Opinion

Through the looking glass with Thom Tillis

I’m not generally inclined to listen to speeches by Thom Tillis. Still, last weekend, the senator was tapped to deliver the GOP’s weekly response to President Obama. Tillis’ assignment was to defend the Republican refusal to consider the appointment of Merrick Garland to the United States Supreme Court. Having agreed to do a program on the topic, for me, a review of the talk seemed near mandatory. I’ll be more cautious in the future.

Tillis’ speech was short, as befits the genre. He made, as best I could glean, four somewhat stunning claims about the senators’ decision to cast aside the Constitution’s requirement that “the President shall appoint and the Senate advise and consent” to the naming of new justices.

First, Tillis said that duty and national interest demand that the Senate refrain from holding hearings or voting on Garland because his nomination is “unique.” It is thought singular, apparently, because a political campaign is underway and because the appointee would replace the sainted Antonin Scalia – famed champion of limiting constitutional interpretation to the intended meaning of the framers.

I move past this argument quickly since President Obama has already ground it mercilessly underfoot. But the Constitution demands advice and consent without any listed exceptions for election years or right-wing icons. And paying homage to Scalia by boastfully violating the text, intention, history, traditions and structure of the U.S. Constitution is beyond rich.

Next, Tillis argued that declining to hold hearings and vote on a nominee is, after all, an appropriate exercise of “advise and consent.” So, a Senate which flatly refused to even consider any presidential appointments – thus incapacitating the operation of two branches of government – would be carrying out its obligations rather than nullifying them. Refusing to offer advice and consent, in other words, constitutes advice and consent. No is yes, black is white, false is true. As with Humpty Dumpty, “a word means just what (he) chooses it to mean, neither more nor less.” Of course, with Tillis, we know the methodology sweeps broader. Refusing to feed starving children, nurtures them. Denying them life-saving health care, savors their dignity. Giving massive tax cuts to millionaires secures the prosperity of the poor. Such is life through the looking glass.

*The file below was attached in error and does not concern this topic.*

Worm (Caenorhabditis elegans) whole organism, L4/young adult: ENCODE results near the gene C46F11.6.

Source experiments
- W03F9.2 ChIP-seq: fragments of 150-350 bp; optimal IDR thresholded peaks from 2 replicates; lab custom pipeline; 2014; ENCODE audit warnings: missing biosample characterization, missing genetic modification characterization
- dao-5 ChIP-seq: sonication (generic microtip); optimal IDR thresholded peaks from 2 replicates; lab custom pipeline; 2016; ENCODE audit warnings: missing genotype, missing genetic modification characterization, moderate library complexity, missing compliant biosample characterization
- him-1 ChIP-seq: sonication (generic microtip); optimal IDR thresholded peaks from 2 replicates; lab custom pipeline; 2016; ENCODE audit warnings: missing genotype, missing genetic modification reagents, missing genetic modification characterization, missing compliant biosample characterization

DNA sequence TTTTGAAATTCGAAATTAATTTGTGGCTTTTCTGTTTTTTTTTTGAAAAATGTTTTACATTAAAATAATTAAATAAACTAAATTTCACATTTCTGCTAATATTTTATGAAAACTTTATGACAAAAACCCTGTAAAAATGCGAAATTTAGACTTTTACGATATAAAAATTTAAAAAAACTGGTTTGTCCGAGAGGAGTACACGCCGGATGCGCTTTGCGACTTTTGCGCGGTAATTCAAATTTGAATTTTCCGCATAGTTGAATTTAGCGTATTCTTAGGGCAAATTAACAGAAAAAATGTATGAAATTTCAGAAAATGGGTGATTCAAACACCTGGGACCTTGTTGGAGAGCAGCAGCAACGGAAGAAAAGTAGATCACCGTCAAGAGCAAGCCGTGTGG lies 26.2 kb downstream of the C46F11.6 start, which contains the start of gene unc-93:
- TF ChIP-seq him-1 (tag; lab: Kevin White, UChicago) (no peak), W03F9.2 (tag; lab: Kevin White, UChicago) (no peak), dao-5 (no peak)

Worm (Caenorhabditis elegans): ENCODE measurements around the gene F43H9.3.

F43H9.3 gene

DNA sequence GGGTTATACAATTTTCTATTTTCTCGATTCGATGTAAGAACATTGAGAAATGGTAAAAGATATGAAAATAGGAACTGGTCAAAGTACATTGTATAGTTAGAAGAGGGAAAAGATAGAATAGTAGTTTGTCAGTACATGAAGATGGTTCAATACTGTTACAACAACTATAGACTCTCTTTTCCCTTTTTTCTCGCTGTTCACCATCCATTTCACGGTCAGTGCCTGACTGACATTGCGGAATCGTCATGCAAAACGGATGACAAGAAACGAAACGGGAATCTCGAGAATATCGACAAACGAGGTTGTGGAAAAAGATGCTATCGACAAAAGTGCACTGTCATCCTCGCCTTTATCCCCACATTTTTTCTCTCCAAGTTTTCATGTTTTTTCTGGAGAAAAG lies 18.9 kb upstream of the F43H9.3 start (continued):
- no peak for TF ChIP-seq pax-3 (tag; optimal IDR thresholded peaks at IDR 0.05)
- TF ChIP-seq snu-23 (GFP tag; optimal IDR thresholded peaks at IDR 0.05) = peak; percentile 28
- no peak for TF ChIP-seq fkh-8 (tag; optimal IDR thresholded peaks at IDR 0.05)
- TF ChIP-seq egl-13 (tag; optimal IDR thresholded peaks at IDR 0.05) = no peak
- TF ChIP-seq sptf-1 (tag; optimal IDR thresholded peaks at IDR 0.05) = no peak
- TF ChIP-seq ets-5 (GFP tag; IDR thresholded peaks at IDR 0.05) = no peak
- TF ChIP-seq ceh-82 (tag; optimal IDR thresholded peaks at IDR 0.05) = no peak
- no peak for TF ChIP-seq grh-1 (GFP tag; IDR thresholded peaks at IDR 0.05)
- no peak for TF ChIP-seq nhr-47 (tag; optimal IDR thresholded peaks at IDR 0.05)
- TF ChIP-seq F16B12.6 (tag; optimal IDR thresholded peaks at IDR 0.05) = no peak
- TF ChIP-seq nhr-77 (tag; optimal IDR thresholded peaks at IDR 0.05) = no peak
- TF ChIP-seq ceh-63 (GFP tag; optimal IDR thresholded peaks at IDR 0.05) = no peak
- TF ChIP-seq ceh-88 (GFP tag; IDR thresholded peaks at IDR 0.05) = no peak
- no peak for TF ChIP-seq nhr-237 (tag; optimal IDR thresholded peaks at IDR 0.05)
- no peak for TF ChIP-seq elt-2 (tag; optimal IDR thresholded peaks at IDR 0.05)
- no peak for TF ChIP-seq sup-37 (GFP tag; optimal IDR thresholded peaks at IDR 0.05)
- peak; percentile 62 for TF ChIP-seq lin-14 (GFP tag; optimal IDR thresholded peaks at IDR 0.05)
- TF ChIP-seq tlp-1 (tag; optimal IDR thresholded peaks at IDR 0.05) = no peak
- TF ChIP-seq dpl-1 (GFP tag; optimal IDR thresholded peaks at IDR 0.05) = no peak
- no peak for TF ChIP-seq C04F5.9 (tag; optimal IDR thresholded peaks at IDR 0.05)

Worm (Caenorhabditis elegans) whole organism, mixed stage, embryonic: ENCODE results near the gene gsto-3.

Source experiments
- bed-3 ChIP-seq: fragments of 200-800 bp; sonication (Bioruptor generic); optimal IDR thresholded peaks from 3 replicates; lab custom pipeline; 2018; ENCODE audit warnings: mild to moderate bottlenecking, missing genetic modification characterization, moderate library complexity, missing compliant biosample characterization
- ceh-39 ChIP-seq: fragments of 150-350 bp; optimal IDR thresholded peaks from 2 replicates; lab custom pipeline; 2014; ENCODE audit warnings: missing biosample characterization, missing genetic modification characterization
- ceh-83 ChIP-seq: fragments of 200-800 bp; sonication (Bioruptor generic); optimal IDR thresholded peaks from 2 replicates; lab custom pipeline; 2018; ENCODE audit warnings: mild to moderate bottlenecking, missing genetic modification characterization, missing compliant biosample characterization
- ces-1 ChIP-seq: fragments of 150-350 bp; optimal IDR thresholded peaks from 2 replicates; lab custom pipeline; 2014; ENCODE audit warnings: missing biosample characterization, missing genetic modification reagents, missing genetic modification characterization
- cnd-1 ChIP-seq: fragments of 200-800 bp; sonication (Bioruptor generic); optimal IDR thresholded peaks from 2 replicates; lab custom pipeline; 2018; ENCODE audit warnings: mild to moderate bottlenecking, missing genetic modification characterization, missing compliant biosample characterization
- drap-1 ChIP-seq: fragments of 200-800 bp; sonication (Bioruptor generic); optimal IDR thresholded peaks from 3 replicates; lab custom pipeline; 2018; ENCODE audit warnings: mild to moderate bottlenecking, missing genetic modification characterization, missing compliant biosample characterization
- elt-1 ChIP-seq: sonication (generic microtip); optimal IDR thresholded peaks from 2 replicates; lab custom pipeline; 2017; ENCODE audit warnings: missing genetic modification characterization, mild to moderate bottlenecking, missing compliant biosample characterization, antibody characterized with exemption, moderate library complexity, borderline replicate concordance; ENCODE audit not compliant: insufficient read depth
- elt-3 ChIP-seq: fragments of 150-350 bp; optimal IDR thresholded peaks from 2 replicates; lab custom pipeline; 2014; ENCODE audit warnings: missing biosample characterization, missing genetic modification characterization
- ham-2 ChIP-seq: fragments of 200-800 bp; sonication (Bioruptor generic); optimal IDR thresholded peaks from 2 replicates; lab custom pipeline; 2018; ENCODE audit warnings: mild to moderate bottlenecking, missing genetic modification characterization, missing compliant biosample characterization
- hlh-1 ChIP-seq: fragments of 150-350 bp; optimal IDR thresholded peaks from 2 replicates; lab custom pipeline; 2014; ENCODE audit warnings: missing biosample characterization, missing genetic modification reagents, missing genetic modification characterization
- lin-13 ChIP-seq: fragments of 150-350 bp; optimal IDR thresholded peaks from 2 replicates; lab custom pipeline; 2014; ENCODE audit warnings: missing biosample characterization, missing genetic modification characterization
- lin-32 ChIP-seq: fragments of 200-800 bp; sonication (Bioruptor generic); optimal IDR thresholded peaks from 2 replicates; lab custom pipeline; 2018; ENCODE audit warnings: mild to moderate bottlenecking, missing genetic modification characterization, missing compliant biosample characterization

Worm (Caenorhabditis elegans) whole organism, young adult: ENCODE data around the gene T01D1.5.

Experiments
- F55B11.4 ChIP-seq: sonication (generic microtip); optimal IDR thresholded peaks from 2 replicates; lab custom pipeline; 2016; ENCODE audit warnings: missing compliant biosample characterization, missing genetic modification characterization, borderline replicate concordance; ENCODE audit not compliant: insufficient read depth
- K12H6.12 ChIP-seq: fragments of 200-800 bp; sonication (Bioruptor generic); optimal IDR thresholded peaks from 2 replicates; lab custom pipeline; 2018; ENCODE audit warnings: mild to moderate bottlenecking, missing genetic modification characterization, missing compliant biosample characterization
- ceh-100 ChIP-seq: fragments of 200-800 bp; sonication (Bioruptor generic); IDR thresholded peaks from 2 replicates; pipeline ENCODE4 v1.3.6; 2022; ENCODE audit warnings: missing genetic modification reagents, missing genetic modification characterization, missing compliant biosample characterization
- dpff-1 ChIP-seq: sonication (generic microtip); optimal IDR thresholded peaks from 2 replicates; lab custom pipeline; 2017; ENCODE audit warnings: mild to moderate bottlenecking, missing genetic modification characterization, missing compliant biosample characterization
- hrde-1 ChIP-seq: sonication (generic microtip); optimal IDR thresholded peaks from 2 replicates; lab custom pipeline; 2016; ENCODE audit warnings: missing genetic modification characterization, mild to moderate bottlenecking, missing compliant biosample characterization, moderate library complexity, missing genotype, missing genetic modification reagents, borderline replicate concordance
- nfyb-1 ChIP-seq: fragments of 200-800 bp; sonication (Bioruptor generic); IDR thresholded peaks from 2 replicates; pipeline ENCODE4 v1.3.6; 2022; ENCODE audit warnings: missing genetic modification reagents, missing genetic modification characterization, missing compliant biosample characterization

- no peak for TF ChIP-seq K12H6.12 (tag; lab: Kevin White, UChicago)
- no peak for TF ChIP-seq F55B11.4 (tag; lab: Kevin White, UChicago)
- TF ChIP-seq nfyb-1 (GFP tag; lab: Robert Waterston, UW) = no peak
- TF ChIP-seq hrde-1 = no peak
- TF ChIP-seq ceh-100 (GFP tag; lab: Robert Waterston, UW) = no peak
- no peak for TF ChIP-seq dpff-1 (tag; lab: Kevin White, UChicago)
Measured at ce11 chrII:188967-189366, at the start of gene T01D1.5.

Third, Tillis asserted, without detectable shame, that the decision not to review Garland’s nomination is “about the principle, not the person.” Now, to be candid, I’m pretty sure that exercises of advice and consent are decidedly about the person, not the principle. But looking past this modest point, what is the “principle” to which Tillis hitches his star? The answer, he explained, is that “the people should have a voice” in picking the justices. It is true that our founders thought much about the notion of electing judges, giving the “people their say.” But they rejected it out of hand – going so far as to assure judges life tenure to separate them as much as possible from the moods of the populace. So much for principle.

Finally, Tillis sought to justify the Senate boycott of explicit constitutional duty as a demonstration of “bi-partisanship and cooperation between the polarized branches of the federal government.” I’ll admit I had to play that part back again. By this point, our junior senator had lost his moorings. Refusing to even consider the appointment of one of the nation’s most accomplished jurists, after the president has followed the Constitution’s strictures to the letter, in order to foster bi-partisanship is akin to electing Donald Trump to encourage civility, or perhaps, personal modesty. It is surprising the words didn’t turn to ashes in Tillis’ mouth.

I must admit I don’t know whether the senator read this speech before he delivered it. I guess we can hope he didn’t. I’d be slow to conclude he’s not a smart fellow. Bless his heart. But I’m inclined to think that, like Gov. Pat McCrory, he has become so accustomed to mushing through the talking points – no matter how distant they are from reality – that his words don’t register, even on the home front. One need neither understand nor believe what one utters. After all, it’s only politics.

I wouldn’t quickly compare Thom Tillis to the frontrunner in the Republican presidential primary. But the cynical repetition of demonstrably, and even hideously false, pufferies – which has now become habitual for Tillis – is no marked improvement over Trumpism. Deploying venom and dispensing bile are not the only ways to demean American political discourse – or to embarrass the people of North Carolina.

Gene Nichol is Boyd Tinsley Distinguished Professor at UNC-Chapel Hill.

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